Tribal marks in Yoruba land are called “Ila”. They were used primarily for beautifying the face and body. This trend has existed for as long as 200 years ago. They were first used as a means of identification during the era of slave trade.
Tita riro lan’ko ila, toba jina tan adi oge – (Translation: The process of having a tribal mark is arduous but when it heals, it becomes fashion.)
Tribal marks are crafted normally on the cheek but some are crafted on other parts of the body. Ila is crafted with a razor sharp object and a black powder is rubbed onto it. It is always a dreaded experience. The local surgeon begins his traditional journey deep into your flesh. The vertical and horizontal cuts are made as the case may be on each side of your cheeks. Now you can be identified wherever you go with that identity, rather than the ID card in your wallet.
In Yoruba Land, tribal marks are usually connected with a tribe or tribes; tribal art of people. If you check the cheeks of the Yorubas, you observe that a great variety of tribal marks consisting of a number of scars on the cheeks, are arranged in different patterns. The marks can be vertical or horizontal.
The Ogbomoshos in Oyo state have a quite interesting pattern. It usually comes with six lines from the middle of the head to the jaw on both sides and one across from under the jaw bone, another one right across the nose ridge. It consists of multiple straight and curved lines about a half of an inch apart inscribed on the cheeks on both sides of the mouth.
People from Ibadan have four or three horizontal lines on both cheeks straight to the boundaries of the ears, often thicker than that of Ogbomosho’s. Abaja can be both basic and also complex in style. In its basic form, is either three or four horizontal stripes on the cheeks. This tribal mark is unique to the indigenes of Oyo, Nigeria.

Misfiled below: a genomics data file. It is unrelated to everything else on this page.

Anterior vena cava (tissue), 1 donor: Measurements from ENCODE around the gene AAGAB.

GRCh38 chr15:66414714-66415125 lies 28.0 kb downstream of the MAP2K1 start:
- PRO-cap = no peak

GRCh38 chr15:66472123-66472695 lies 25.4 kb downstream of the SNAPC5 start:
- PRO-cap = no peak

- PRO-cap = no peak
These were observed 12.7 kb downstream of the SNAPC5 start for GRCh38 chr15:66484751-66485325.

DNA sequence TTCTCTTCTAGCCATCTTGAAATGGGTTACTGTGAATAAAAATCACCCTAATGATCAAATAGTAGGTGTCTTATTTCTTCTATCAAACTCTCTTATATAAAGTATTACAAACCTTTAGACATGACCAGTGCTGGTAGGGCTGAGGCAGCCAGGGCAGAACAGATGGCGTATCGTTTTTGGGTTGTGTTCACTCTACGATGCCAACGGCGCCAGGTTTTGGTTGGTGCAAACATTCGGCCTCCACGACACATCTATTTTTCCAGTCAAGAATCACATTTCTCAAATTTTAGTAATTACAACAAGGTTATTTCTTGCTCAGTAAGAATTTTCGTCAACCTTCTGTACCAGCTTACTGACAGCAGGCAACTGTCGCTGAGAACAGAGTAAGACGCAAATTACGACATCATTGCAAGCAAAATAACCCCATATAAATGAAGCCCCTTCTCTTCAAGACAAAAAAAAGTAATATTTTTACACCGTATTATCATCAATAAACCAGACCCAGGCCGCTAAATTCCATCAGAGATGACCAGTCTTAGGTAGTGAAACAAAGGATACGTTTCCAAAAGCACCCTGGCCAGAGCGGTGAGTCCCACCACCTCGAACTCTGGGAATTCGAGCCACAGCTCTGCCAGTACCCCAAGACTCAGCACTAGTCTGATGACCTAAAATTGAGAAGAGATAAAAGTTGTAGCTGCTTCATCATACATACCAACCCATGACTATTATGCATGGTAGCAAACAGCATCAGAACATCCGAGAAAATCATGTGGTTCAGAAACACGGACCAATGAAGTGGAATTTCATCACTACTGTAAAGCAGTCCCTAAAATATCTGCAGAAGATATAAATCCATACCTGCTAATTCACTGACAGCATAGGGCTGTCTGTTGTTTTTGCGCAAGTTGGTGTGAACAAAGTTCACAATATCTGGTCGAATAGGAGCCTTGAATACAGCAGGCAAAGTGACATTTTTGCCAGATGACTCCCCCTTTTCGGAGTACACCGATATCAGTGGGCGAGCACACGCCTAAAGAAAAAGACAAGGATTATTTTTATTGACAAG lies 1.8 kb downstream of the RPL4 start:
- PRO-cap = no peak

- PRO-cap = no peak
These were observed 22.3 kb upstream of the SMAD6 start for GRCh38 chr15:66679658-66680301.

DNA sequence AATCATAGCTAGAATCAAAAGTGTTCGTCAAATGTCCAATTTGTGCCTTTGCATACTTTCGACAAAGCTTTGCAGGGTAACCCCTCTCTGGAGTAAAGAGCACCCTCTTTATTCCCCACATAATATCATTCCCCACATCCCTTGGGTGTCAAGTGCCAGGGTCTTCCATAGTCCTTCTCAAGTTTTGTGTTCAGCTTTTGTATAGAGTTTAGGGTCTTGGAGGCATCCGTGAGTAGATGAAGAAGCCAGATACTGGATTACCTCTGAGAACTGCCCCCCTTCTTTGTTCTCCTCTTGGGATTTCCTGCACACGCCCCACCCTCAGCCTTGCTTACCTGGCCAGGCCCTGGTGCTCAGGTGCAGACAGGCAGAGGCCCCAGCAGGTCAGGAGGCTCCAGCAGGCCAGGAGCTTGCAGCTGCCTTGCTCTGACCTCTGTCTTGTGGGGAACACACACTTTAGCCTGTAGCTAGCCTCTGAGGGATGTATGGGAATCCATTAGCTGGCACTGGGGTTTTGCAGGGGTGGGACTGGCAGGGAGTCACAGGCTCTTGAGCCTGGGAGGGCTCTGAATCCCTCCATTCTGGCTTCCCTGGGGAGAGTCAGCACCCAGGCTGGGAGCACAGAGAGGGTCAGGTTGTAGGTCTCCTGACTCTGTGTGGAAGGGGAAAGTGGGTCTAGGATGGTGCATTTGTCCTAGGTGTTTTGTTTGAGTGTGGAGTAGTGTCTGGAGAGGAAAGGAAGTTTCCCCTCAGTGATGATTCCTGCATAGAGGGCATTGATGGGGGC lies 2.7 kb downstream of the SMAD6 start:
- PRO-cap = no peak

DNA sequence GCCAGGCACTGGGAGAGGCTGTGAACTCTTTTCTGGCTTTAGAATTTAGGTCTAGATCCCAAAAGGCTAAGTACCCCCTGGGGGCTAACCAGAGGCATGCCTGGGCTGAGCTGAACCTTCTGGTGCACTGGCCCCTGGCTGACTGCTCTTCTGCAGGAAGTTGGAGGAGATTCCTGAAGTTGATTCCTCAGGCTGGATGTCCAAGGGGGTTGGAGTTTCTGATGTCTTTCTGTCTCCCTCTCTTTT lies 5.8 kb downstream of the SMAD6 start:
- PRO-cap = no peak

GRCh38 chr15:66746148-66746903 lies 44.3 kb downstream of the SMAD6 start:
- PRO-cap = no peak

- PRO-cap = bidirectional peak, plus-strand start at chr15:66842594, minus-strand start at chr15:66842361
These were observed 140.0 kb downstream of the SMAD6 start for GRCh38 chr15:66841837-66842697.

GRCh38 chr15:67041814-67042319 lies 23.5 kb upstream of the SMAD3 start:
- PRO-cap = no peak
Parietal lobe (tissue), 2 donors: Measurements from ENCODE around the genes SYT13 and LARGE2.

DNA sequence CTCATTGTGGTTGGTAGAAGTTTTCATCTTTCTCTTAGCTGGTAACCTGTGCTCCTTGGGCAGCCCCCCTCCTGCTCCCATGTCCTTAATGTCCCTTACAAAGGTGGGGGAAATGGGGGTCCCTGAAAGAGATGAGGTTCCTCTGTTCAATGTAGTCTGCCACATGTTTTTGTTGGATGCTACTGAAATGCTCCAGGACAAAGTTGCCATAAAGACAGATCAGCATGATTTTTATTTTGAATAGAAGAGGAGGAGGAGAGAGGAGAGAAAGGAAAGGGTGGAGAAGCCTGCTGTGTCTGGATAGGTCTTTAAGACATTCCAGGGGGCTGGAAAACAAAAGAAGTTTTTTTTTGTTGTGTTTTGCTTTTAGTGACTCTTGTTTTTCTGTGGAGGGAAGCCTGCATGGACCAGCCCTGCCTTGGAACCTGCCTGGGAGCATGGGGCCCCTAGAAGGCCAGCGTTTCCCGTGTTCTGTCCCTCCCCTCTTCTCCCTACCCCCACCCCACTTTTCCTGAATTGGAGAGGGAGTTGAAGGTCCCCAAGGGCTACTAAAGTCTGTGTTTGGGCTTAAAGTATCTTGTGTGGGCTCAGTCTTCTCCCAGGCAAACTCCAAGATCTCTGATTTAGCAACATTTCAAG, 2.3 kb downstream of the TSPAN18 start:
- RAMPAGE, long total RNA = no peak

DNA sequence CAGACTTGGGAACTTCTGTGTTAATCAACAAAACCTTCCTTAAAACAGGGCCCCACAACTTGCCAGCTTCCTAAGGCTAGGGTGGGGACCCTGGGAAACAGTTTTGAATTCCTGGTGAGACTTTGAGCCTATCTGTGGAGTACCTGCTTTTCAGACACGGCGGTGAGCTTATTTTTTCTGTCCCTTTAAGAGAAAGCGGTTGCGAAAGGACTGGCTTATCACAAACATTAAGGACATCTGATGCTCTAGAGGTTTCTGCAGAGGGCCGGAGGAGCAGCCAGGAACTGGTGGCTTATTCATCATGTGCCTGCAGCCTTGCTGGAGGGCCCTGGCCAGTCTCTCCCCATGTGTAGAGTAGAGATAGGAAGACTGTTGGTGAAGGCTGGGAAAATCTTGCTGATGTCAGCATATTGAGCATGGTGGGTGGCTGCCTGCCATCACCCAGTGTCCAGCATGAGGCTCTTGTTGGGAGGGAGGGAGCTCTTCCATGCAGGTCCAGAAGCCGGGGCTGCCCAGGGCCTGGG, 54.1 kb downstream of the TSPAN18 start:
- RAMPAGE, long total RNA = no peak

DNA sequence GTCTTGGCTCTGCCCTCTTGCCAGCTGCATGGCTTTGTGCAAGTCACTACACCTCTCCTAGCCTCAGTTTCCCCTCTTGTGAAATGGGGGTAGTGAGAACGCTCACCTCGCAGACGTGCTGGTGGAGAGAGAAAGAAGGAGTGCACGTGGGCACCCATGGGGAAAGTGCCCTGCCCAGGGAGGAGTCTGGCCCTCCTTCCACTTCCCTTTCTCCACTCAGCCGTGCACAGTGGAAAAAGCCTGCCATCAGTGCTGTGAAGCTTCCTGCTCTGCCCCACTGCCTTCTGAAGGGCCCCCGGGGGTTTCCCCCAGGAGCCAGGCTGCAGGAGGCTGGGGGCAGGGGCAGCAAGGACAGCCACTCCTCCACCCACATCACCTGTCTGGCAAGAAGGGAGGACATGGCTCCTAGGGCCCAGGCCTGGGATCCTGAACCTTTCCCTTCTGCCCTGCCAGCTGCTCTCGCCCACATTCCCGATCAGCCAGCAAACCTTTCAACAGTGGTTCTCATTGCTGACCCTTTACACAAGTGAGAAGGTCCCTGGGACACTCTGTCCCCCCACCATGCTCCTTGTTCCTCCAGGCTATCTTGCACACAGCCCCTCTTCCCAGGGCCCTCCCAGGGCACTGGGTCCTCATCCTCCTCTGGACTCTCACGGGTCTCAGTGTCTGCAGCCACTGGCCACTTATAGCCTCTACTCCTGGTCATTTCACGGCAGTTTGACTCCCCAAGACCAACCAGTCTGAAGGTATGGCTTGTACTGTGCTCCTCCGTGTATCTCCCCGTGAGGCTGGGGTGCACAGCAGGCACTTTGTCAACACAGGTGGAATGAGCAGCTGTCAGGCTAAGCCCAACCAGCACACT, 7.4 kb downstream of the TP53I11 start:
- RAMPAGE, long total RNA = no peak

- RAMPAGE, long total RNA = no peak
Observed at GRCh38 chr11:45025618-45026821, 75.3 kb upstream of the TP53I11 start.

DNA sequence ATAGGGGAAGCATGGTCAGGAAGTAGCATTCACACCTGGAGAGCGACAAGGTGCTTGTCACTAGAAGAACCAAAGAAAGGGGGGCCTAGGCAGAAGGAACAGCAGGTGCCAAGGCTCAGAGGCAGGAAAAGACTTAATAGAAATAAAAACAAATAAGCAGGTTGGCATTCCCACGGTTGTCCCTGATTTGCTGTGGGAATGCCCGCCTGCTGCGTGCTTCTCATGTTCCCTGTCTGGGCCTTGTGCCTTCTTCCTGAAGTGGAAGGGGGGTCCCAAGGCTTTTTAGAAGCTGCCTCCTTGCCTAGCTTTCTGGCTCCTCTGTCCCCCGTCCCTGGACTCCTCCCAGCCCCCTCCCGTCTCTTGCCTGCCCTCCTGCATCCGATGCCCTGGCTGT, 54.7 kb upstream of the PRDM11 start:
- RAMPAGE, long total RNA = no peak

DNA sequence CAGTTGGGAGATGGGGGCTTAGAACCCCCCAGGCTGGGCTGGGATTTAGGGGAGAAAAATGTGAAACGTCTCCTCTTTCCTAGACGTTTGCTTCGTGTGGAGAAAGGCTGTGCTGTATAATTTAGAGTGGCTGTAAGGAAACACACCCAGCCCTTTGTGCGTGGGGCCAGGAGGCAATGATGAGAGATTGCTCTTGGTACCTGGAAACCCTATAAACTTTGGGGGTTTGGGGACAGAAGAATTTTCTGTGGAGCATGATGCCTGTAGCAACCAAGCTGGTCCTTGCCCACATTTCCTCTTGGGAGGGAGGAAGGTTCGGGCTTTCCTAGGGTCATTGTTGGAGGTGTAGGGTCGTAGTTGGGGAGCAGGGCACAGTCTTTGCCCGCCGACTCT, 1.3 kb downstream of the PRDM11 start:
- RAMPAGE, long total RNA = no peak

The Pele style is three longitudinal lines, inscribed on the cheeks. Pele have different variants. The variants includes; Pele Ife, a three longitudinal line inscribed on the cheek. It is peculiar to the Ile Ife people. Pele Ijebu and Pele Ijesha are another variants of Pele. Both variants are similar to the Pele Ife, but shorter.
Owu tribal marks consists of six incisions on each side of the cheeks and peculiar to the indigenes of Owu, an historical city in Abeokuta, the capital of Ogun State, Nigeria. Other Yoruba tribal marks include Ture, Mande, Bamu and Jamgbadi.
They have however drastically fallen out of fashion, there has been a known law at a certain Yoruba owned state abolishing facial tribal marks (Oyo state). Ila is now very old fashioned and has steadily been replaced by more modern tattoo. The latter comes with variety of colours and designs and is done with sophisticated machines for perfection opposing tribal marks that was only manually crafted.
Today, the practice of facial markings is on the wane. Hardly will you find parents subscribing to the idea anymore. This is especially true in the cities. The pain and risk of infection, coupled with scorn from people not properly disposed to the tradition are some of the factors taking facial marking to oblivion.